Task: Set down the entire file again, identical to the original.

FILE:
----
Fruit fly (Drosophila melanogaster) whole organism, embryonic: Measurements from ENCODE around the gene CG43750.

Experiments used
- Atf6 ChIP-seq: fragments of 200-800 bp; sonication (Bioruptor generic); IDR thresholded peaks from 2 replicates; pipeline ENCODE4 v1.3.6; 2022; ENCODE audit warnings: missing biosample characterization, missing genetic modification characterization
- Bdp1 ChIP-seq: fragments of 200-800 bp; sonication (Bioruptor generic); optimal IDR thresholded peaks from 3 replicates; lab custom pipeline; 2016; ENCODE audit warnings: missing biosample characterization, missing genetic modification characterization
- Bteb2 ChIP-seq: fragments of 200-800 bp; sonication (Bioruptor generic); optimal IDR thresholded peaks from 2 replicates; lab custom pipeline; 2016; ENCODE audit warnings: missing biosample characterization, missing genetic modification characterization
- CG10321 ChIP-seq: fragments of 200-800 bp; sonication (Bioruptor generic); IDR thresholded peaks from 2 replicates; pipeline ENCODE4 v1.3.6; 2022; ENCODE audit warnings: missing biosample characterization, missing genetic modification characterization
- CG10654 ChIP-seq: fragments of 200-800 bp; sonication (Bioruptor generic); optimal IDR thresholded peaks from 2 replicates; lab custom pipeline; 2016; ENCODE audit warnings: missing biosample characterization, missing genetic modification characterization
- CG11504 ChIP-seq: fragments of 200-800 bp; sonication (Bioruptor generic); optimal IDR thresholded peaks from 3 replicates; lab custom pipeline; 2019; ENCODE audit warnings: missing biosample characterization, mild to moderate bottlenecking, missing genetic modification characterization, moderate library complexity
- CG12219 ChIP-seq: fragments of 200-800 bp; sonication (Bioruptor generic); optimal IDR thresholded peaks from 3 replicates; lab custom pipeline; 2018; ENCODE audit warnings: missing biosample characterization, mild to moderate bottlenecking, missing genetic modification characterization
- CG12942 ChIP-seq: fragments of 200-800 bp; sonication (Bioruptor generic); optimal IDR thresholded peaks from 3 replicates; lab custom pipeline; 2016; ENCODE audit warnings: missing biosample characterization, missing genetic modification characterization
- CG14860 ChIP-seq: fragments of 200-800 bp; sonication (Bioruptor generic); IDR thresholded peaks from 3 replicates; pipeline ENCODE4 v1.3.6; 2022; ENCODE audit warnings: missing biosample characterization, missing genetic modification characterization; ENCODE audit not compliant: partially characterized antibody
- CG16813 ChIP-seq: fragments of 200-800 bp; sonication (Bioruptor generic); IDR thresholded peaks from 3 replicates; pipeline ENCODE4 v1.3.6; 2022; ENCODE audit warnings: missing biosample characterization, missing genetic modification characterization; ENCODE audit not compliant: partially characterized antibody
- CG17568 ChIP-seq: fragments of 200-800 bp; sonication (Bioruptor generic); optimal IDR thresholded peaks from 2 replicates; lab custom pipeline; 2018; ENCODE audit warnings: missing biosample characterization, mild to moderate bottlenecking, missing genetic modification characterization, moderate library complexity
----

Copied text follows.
Fruit fly (Drosophila melanogaster) whole organism, embryonic: Measurements from ENCODE around the gene CG43750.

Experiments used
- Atf6 ChIP-seq: fragments of 200-800 bp; sonication (Bioruptor generic); IDR thresholded peaks from 2 replicates; pipeline ENCODE4 v1.3.6; 2022; ENCODE audit warnings: missing biosample characterization, missing genetic modification characterization
- Bdp1 ChIP-seq: fragments of 200-800 bp; sonication (Bioruptor generic); optimal IDR thresholded peaks from 3 replicates; lab custom pipeline; 2016; ENCODE audit warnings: missing biosample characterization, missing genetic modification characterization
- Bteb2 ChIP-seq: fragments of 200-800 bp; sonication (Bioruptor generic); optimal IDR thresholded peaks from 2 replicates; lab custom pipeline; 2016; ENCODE audit warnings: missing biosample characterization, missing genetic modification characterization
- CG10321 ChIP-seq: fragments of 200-800 bp; sonication (Bioruptor generic); IDR thresholded peaks from 2 replicates; pipeline ENCODE4 v1.3.6; 2022; ENCODE audit warnings: missing biosample characterization, missing genetic modification characterization
- CG10654 ChIP-seq: fragments of 200-800 bp; sonication (Bioruptor generic); optimal IDR thresholded peaks from 2 replicates; lab custom pipeline; 2016; ENCODE audit warnings: missing biosample characterization, missing genetic modification characterization
- CG11504 ChIP-seq: fragments of 200-800 bp; sonication (Bioruptor generic); optimal IDR thresholded peaks from 3 replicates; lab custom pipeline; 2019; ENCODE audit warnings: missing biosample characterization, mild to moderate bottlenecking, missing genetic modification characterization, moderate library complexity
- CG12219 ChIP-seq: fragments of 200-800 bp; sonication (Bioruptor generic); optimal IDR thresholded peaks from 3 replicates; lab custom pipeline; 2018; ENCODE audit warnings: missing biosample characterization, mild to moderate bottlenecking, missing genetic modification characterization
- CG12942 ChIP-seq: fragments of 200-800 bp; sonication (Bioruptor generic); optimal IDR thresholded peaks from 3 replicates; lab custom pipeline; 2016; ENCODE audit warnings: missing biosample characterization, missing genetic modification characterization
- CG14860 ChIP-seq: fragments of 200-800 bp; sonication (Bioruptor generic); IDR thresholded peaks from 3 replicates; pipeline ENCODE4 v1.3.6; 2022; ENCODE audit warnings: missing biosample characterization, missing genetic modification characterization; ENCODE audit not compliant: partially characterized antibody
- CG16813 ChIP-seq: fragments of 200-800 bp; sonication (Bioruptor generic); IDR thresholded peaks from 3 replicates; pipeline ENCODE4 v1.3.6; 2022; ENCODE audit warnings: missing biosample characterization, missing genetic modification characterization; ENCODE audit not compliant: partially characterized antibody
- CG17568 ChIP-seq: fragments of 200-800 bp; sonication (Bioruptor generic); optimal IDR thresholded peaks from 2 replicates; lab custom pipeline; 2018; ENCODE audit warnings: missing biosample characterization, mild to moderate bottlenecking, missing genetic modification characterization, moderate library complexity